Back at the Citadel, He Who Remains makes his dramatic appearance, emerging from an elevator. He’s a disarmingly friendly and charismatic man (played by the disarmingly friendly and charismatic Jonathan Majors), clad all in purple, munching on an apple. “This is wild. The two of you…same person…I mean, it’s a little unnatural, but…” He invites Loki and Sylvie up to his office.
“Not what you were expecting, hmm?” says HWR in the elevator, his back to his guests.
“You’re just a man,” says a disbelieving Loki.
“Flesh and blood,” HRW agrees, munching on his apple. “Don’t tell me I’m a disappointment.”
“No,” says Sylvie. “Just a little bit easier to kill.” She swings her sword at his back, but he vanishes, reappearing just behind her, giggling. She tries it twice more, each time with the same result. The elevator opens to a large study or library, complete with a fire in the fireplace — it’s like Doctor Strange’s man cave, but moodier. HRW invites them in, offering them seats in front of his desk, and serves them espresso.
At the TVA, Mobius has returned from the Void to confront Ravonna in her office. Ravonna apologizes for having ‘pruned’ him, but says she couldn’t let him get in the way of ‘our mission.’ Mobius points out that there is no mission: the Time-Keepers are fake, and everyone in the TVA is a Variant. Ravonna insists that it can’t all have been for nothing, and tries to call for back-up. Mobius tells her now that the truth is out, calling for help isn’t going to work out the way she thinks it will.
Cut to a high school corridor in 2018, the now-freed Hunter B-15 leading other TVA hunters on a chase that ends in the office of one Rebecca Tourminet…who looks exactly like Ravonna. Hmm. And this is where we might wish that we’d been presented with some sort of guide for what the rules are with all this time-traveling. Is Ravonna a Variant or is she not? If she is, then who is Rebecca Tourminet? Are there versions of Mobius and Hunter B-15 still extant in their respective timelines?
In the Citadel at the End of Time, He Who Remains is explaining to Loki and Sylvie why they’re unable to kill him: it’s because he knows everything that is going to happen, and is thus able to pre-program his TemPad to anticipate every attack. Every step Loki and Sylvie took to get here, HRW says, was on the road that he paved for them; and everything that needs to happen, will happen, to put everyone in the right frame of mind to ‘finish the quest.’
“So it’s all just a game?” says Loki. “It’s all a manipulation?” You might imagine that a God of Mischief would be more than okay with everything just being a game and / or a manipulation — that he might in fact insist on treating things like a game or a manipulation even when no one else saw it that way or wanted to play — but I guess that’s some other God of Mischief in some other show.
“Interesting that your mind would go to that,” says HRW. He asks Sylvie if she thinks she can trust Loki; if indeed, she’s capable of trusting anyone at all. Loki has a peculiar obsession with the concept of trust that’s weirdly out of place given the ostensible nature and function of its title character(s). This isn’t the last we’ll hear of this trust business.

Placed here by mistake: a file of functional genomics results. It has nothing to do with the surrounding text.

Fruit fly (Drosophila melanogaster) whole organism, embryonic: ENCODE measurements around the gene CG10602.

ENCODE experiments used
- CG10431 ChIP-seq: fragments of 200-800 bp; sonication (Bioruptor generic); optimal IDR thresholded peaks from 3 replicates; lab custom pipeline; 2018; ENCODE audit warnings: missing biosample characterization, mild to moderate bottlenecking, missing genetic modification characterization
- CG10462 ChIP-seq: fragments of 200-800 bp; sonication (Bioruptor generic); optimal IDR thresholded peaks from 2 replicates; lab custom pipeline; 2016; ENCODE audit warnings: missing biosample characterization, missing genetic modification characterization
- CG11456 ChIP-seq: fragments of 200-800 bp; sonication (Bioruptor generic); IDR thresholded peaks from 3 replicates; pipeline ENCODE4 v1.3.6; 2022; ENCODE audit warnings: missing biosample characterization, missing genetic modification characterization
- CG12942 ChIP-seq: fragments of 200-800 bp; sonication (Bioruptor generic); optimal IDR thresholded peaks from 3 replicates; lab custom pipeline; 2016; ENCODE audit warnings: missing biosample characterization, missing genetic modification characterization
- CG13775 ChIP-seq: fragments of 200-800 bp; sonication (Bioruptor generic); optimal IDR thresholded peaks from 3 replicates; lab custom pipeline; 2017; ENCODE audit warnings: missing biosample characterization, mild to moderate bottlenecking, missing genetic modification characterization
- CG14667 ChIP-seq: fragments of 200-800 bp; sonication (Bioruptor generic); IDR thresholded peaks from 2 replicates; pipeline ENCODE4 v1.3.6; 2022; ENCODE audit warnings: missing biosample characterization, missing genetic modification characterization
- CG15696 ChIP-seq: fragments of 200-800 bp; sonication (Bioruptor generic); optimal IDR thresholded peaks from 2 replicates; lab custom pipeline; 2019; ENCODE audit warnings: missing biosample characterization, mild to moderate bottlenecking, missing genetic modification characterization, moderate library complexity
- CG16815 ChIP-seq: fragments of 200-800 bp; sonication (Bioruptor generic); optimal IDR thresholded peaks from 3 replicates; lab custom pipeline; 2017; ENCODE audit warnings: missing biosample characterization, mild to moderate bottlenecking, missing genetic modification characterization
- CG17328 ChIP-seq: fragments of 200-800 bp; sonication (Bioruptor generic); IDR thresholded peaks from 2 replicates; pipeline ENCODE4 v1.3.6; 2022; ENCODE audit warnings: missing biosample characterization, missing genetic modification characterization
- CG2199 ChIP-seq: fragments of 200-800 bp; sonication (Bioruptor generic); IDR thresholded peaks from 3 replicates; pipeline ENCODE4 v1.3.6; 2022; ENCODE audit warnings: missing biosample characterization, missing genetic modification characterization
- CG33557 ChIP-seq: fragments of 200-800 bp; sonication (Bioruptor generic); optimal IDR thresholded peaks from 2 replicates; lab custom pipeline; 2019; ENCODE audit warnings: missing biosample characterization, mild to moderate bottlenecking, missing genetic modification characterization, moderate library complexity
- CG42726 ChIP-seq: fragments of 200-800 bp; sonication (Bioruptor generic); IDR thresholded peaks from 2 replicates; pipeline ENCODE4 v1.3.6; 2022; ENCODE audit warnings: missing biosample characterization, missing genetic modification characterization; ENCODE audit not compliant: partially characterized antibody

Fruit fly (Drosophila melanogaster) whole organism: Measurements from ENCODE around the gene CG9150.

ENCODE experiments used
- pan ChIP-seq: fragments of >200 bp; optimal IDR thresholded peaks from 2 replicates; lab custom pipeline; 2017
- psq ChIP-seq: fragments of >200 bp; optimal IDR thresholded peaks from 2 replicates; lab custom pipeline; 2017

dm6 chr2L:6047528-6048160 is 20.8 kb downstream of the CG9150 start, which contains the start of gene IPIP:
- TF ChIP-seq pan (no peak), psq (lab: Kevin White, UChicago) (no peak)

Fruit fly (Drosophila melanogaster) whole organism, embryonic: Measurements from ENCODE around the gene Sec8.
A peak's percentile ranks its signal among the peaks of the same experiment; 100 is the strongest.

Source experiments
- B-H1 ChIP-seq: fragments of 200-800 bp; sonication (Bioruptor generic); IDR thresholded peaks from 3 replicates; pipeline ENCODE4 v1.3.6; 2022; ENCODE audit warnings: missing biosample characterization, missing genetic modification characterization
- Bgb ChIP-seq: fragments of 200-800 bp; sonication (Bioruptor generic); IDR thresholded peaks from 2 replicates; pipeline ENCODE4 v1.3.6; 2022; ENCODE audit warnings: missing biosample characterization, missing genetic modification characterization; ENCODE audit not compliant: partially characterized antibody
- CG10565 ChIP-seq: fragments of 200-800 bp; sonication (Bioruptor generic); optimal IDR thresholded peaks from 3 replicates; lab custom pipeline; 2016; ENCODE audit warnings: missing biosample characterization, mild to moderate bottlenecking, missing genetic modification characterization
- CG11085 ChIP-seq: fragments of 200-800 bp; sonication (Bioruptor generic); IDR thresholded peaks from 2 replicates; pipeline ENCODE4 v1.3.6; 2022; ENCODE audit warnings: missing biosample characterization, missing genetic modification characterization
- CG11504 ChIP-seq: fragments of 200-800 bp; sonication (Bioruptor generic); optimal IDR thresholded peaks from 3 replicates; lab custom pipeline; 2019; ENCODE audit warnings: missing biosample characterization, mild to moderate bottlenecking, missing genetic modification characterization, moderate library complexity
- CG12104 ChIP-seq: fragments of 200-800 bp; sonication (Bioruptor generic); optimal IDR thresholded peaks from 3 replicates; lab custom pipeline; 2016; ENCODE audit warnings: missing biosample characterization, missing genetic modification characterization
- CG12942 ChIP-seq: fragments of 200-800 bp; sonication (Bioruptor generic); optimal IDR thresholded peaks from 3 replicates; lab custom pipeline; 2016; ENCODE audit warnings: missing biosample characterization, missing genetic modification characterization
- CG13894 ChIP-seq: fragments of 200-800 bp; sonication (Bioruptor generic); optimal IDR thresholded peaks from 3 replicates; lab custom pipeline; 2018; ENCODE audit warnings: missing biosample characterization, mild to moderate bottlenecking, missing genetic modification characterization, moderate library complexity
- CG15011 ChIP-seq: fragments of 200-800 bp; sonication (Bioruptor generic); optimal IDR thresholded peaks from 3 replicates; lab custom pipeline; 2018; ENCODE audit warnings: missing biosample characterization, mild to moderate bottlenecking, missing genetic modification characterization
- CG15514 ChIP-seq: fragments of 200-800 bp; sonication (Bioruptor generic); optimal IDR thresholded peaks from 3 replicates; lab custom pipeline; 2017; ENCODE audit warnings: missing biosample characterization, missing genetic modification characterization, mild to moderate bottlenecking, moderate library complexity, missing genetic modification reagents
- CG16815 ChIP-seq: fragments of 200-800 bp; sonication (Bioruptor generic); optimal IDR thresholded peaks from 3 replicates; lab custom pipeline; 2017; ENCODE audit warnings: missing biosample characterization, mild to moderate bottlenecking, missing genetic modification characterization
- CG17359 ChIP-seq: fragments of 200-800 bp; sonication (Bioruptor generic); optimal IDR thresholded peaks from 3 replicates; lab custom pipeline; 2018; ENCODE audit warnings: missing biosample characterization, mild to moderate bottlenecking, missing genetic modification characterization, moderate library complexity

At the TVA, Mobius tells Ravonna that he thinks people are ready to hear a little truth;Given everything that’s happened in this country since 2016, I got a bitter little chuckle out of that one. namely, that the TVA is a lie. Ravonna argues, for reasons that aren’t entirely clear to me, that it’s a necessary lie; that without the TVA pruning the timeline, there’d be chaos. Mobius counters that there’s nothing necessary about sending people off to violent death in the Void, and that what Ravonna’s afraid of isn’t chaos but free will.
“Free will?” Ravonna scoffs. “Only one person gets free will: the one in charge.” She announces her intent to leave, opening a TVA dimension door. Mobius tries to stop her, but she easily defeats and disarms him. He asks her where she’s going. “In search of free will,” she says, stepping through the door and presumably into next season, as this is the last we see of her.
One of the odder traits of Loki is that the crux of every episode turns on a conversation — a truthful conversation, no less — in which people speak their minds at length and in genuine fashion: Loki and Mobius in episodes 1 and 2, Loki and Sylvie on the train in episode 3, and so on. As with everything Loki, the execution is usually sound enough, but the concept is all the way wrong. We’d be hard-pressed to find a character less inclined (and maybe less able) to tell anyone the truth about what’s really on his mind than Loki. Trust is for children and dogs is maybe the only thing the showrunners put in their title character’s mouth that really fits. In any case, in a season finale that’s practically all conversation, we come at last to the one that’s central to this episode.
He Who Remains tells Loki and Sylvie that he understands their moral objections to the TVA, but while his methods are deceptive, the TVA’s essential mission isn’t. Without the TVA, HWR explains, “everything burns.” Loki asks HWR what he’s so afraid of.
A long, considered pause, and then HWR says: “Me.”
“And just who are you?” says Sylvie.
“Oh, I’ve been dubbed many names by many people. A ruler. A conqueror. He Who Remains. But it’s not as simple as a name.” Eons ago, HWR tells them, before the TVA, one of his variants lived on earth in the 31st century. A scientist, this variant discovered there were universes stacked on top of his own. Other versions of this scientist were learning the same thing, and they made contact with one another. For awhile, there was peace. They shared technology and knowledge, each using their universe’s own advances to improve the others. “However,” says HWR, “not every version of me was so pure of heart. To some of us, new worlds meant only one thing: new lands to be conquered. The peace between realities erupted into all-out war, each variant fighting to preserve their universe and annihilate the others.”
It was almost the end, HWR tells them, of everything and everyone.